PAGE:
Display Settings:

Format

Send to:

Choose Destination
We are sorry, but NCBI web applications do not support your browser and may not function properly. More information
Osteoporos Int. 2008 May;19(5):663-71. Epub 2007 Sep 14.

Efficacy of different doses and time intervals of oral vitamin D supplementation with or without calcium in elderly nursing home residents.

Author information

  • 1Verpleeghuis Marienhave, Warmond, The Netherlands.

Abstract

The effect of equivalent oral doses of vitamin D3 600 IU/day, 4200 IU/week and 18,000 IU/month on vitamin D status was compared in a randomized clinical trial in nursing home residents. A daily dose was more effective than a weekly dose, and a monthly dose was the least effective.

INTRODUCTION:

It is assumed that equivalent daily, weekly or monthly doses of vitamin D3 equally influence vitamin D status. This was investigated in a randomized clinical trial in nursing home residents.

METHODS:

The study was performed in ten nursing homes including 338 subjects (76 male and 262 female), with a mean age of 84 (+/- SD 6.3 years). They received oral vitamin D3 either 600 IU/day, or 4200 IU/week, or 18,000 IU/month or placebo. After 4 months, calcium was added during 2 weeks, 320 mg/day or 640 mg/day or placebo. Outcome: serum levels of 25-hydroxyvitamin D (25(OH)D), parathyroid hormone (PTH) and bone turnover markers. Statistical approach: linear multilevel analysis.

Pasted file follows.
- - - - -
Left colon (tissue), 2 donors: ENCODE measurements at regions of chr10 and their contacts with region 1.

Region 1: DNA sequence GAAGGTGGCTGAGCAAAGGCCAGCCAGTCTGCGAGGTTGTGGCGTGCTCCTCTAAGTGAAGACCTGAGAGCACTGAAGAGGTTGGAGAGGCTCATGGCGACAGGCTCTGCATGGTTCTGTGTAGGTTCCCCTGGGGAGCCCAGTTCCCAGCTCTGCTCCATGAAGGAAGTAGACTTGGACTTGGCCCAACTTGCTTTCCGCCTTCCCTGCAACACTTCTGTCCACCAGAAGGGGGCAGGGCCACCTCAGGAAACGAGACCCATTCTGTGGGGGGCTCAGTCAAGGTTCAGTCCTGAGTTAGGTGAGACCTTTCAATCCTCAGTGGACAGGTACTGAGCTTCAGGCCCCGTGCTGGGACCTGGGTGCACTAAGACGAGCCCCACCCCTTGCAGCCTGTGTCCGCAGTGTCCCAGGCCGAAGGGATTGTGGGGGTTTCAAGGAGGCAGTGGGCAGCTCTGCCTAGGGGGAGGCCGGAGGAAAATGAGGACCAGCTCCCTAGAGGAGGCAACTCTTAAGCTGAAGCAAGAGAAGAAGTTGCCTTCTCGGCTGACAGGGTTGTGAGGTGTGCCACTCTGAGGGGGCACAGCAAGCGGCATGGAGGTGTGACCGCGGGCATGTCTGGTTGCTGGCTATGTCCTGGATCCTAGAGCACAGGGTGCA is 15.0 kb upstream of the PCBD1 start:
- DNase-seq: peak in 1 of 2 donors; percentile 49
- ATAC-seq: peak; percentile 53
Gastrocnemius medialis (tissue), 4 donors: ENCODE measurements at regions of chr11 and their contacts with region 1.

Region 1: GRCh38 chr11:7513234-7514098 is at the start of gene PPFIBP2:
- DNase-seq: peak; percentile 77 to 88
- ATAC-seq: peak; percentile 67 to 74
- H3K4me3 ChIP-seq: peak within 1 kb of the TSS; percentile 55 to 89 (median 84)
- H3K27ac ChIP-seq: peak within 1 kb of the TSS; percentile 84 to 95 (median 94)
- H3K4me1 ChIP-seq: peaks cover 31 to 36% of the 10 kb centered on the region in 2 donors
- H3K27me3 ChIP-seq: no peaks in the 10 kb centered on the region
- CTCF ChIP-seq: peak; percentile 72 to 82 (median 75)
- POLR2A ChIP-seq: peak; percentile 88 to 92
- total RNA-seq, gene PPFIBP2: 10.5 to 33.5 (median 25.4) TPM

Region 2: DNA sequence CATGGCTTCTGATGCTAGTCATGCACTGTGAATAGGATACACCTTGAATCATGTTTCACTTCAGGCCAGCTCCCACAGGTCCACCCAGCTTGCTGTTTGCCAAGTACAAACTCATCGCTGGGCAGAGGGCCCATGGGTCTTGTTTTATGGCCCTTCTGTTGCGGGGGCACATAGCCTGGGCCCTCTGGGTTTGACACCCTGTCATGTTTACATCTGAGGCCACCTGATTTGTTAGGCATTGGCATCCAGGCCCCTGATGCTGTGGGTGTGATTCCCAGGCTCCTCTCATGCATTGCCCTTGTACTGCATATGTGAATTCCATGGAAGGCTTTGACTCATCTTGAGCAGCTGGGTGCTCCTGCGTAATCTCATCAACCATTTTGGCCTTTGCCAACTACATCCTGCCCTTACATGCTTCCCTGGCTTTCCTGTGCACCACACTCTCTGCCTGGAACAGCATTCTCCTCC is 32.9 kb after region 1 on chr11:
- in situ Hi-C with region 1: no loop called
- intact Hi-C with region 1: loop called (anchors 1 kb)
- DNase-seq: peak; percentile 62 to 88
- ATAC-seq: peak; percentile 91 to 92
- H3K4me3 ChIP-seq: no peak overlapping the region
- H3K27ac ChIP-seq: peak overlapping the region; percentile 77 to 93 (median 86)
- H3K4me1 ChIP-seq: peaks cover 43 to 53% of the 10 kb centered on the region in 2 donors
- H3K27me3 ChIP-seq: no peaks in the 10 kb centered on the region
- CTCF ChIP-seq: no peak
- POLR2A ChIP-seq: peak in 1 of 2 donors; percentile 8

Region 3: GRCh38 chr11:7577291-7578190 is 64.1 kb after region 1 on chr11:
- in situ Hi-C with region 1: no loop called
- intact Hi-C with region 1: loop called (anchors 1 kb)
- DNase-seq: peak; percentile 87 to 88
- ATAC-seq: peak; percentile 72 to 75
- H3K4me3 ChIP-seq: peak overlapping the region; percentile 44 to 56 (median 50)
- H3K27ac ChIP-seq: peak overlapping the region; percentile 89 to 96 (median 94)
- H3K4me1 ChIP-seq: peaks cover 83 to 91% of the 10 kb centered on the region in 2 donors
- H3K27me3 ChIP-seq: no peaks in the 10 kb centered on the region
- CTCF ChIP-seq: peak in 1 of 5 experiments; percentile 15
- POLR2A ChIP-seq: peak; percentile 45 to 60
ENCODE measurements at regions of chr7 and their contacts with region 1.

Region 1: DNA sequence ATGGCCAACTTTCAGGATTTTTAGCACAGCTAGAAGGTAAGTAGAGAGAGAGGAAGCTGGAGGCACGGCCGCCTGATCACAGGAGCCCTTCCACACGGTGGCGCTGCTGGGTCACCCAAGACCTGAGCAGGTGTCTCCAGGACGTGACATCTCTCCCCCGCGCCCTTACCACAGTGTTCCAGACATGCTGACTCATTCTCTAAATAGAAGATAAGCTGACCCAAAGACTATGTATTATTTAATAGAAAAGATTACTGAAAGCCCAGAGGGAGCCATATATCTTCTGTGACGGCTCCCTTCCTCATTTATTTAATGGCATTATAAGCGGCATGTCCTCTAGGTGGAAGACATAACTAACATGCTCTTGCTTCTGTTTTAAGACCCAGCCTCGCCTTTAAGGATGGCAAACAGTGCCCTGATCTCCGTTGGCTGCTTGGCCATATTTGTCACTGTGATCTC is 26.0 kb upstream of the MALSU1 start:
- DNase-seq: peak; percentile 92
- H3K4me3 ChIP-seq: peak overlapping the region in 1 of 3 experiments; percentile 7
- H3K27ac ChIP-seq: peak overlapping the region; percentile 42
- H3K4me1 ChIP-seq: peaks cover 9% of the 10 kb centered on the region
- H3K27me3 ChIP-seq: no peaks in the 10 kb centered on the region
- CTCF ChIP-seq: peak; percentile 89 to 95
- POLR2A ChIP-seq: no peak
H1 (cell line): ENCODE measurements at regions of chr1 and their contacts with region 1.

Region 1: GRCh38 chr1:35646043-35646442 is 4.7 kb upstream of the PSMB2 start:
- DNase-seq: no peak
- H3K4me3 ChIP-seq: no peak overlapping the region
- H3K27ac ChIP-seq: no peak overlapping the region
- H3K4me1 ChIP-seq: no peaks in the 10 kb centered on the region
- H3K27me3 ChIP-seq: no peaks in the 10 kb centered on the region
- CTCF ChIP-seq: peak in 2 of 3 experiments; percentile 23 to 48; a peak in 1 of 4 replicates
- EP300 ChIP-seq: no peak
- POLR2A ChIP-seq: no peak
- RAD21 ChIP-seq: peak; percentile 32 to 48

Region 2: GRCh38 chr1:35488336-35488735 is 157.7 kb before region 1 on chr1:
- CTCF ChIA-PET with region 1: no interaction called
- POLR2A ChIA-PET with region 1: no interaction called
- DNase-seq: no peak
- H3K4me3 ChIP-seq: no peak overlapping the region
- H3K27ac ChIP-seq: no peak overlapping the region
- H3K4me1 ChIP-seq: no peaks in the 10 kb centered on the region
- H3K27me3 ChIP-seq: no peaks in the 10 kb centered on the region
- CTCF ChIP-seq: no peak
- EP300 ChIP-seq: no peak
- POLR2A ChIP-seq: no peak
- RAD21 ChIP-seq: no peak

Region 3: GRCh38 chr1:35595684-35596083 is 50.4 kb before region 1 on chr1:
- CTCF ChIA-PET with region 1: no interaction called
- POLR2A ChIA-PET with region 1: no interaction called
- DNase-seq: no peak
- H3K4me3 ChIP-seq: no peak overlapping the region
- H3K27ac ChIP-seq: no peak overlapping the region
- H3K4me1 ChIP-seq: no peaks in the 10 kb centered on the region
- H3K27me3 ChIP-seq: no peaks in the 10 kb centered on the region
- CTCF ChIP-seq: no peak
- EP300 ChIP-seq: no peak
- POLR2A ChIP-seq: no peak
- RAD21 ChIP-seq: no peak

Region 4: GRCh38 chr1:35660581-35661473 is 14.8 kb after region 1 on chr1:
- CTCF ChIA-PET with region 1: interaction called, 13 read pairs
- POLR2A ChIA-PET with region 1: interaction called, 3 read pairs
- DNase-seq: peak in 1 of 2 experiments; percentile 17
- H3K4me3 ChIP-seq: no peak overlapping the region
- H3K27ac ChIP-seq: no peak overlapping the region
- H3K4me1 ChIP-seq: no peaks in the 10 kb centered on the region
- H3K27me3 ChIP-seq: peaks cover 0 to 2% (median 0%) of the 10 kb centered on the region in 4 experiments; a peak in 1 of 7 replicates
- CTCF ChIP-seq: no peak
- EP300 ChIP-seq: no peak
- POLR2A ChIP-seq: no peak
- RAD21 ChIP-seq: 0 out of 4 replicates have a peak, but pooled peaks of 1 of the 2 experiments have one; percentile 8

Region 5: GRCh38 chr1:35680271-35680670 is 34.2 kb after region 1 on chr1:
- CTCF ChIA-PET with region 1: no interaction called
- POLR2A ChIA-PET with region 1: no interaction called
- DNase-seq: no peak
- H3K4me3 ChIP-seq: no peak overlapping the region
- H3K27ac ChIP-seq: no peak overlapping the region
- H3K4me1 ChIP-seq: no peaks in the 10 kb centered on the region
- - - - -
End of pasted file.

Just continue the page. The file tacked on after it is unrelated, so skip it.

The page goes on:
RESULTS:

At baseline, mean serum 25(OH)D was 25.0 nmol/L (SD 10.9), and in 98%, it was lower than 50 nmol/L. After 4 months, mean serum 25(OH)D levels increased to 62.5 nmol/L (after daily vitamin D3 69.9 nmol/L, weekly 67.2 nmol/L and monthly 53.1 nmol/L, P < 0.001 between groups). Median serum PTH levels decreased by 23% (p < 0.001). Bone turnover markers did not decrease. Calcium supplementation had no effect on serum PTH and bone turnover.

CONCLUSION:

Daily vitamin D was more effective than weekly, and monthly administration was the least effective.

Comment in

PMID:
17874029
[PubMed - indexed for MEDLINE]
PMCID:
PMC2277446
Free PMC Article

Images from this publication.See all images (2)Free text

Fig. 1
Fig. 2
PubMed Commons home

PubMed Commons

0 comments
How to join PubMed Commons

    Supplemental Content

    Icon for Springer Icon for PubMed Central
    Loading ...
    Write to the Help Desk